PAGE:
Is censorships a legitimate word? Obviously it could be used to mean multiple censorships for something.
-1
votes
3answers
213 views

Can “network” be a mass noun?

I stumbled upon a video having this phrase in its narration, "[The university] has been equipped with computer network, electric systems, and internet". Personally, I never use "network" as a mass ...
2
votes
2answers
569 views

Does the sentence “I recycle a paper” make sense?

Could the following sentence make sense? I recycle a paper. It's from one of the school English exam's answers, and we're arguing about giving the whole point or half point. The teachers have ...
1
vote
3answers
175 views

Usage of uncountable nouns [closed]

Which option is correct to use in this sentence and why? I have (much, many, an) orange juice.
0
votes
2answers
302 views

Why the indefinite article in “have a good time”?

Why do we use the indefinite article in the expression "have a good time"? Time is an uncountable noun, and we never say "what a beautiful weather!", but "what beautiful weather it is!" Could ...
1
vote
3answers
1k views

“The” and superlative of uncountable noun — “the clearest water”?

Uncountable nouns are usually used without an article. Superlatives require definite article. What comes out of these 2 rules when superlative meets uncountable article? We need an example, I hope it ...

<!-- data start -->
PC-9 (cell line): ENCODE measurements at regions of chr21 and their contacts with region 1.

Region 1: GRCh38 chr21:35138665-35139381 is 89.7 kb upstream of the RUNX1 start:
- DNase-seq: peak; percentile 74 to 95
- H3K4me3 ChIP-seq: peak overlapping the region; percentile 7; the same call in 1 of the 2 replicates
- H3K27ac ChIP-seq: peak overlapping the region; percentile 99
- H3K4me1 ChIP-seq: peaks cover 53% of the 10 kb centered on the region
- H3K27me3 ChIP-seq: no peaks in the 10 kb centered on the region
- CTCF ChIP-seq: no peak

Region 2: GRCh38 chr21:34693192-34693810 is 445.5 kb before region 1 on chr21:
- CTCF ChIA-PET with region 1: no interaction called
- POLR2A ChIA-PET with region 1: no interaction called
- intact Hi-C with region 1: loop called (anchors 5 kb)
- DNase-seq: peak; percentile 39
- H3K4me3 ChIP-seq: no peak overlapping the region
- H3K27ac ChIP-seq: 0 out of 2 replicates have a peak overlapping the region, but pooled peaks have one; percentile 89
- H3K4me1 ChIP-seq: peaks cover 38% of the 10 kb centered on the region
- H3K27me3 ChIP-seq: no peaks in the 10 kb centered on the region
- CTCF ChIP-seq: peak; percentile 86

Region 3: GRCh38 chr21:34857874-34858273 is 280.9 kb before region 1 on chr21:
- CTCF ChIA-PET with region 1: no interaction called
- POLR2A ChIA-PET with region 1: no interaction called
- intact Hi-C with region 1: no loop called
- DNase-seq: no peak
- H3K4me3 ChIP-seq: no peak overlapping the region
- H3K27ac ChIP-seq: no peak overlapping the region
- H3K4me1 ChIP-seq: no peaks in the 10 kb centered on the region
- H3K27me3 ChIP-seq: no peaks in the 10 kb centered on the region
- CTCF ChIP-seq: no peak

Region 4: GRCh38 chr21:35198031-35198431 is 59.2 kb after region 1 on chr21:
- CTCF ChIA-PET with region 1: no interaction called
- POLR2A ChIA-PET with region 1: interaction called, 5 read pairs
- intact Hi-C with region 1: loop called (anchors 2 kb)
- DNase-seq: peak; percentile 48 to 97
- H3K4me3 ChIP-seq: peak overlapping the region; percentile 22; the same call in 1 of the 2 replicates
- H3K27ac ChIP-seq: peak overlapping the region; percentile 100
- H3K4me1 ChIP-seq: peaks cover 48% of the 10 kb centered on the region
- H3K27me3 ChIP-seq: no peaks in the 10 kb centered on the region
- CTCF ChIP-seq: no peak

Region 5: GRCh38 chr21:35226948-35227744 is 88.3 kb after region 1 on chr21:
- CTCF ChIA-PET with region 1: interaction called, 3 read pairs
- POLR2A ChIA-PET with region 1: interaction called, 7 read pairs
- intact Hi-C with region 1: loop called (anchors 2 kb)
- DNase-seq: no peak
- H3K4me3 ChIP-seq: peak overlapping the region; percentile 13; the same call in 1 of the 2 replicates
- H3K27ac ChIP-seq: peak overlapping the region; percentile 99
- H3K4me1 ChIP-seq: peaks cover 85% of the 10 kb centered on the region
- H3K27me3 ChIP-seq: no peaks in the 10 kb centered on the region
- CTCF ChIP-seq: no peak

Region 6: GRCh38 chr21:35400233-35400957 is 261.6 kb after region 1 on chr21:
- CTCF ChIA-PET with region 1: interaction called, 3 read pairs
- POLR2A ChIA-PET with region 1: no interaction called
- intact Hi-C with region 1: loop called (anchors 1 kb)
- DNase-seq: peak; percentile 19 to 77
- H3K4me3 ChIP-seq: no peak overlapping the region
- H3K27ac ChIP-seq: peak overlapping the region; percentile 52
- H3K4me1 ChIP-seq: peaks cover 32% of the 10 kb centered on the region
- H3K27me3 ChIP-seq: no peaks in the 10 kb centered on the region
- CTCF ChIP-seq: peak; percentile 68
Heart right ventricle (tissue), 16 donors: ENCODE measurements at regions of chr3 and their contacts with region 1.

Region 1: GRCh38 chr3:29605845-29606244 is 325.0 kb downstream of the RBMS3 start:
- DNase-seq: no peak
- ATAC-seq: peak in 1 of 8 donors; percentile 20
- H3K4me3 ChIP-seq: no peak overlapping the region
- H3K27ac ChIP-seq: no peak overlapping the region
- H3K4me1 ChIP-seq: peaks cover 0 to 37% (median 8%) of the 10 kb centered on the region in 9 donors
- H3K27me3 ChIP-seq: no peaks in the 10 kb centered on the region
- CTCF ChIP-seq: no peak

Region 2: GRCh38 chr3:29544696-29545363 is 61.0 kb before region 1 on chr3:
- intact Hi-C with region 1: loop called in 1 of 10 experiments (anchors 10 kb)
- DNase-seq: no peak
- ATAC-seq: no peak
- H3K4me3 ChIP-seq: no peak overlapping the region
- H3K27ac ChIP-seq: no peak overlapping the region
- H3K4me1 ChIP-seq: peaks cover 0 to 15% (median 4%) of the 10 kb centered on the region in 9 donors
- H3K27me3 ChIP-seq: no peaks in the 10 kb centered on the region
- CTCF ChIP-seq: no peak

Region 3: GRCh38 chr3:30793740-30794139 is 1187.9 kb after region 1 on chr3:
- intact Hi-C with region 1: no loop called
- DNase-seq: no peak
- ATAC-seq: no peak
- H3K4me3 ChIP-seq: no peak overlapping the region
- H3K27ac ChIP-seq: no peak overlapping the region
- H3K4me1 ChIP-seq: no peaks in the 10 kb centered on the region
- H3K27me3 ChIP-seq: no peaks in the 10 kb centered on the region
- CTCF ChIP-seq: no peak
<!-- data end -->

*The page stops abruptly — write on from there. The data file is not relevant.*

1
vote
2answers
3k views

“It is bad practice …” vs. “It is a bad practice …”

"At work, it is bad practice to go to lunch early." "At work, it is a bad practice to go to lunch early." The noun "practice" is both countable and uncountable. So, could both sentences be ...
5
votes
2answers
265 views

Combined reference to multiple leave

Dictionaries(dictionary.com, OALD etc.) suggest that leave (absence from work) is a noun- uncountable, which means it has to be "leave" for plural. Also, searching SE to find ...
2
votes
0answers
31 views

Less versus fewer in time related phrases [duplicate]

Possible Duplicate: “Less” vs. “fewer” I am quite pedantic when using 'less' versus 'fewer' but don't really understand how the situation works when it comes to ...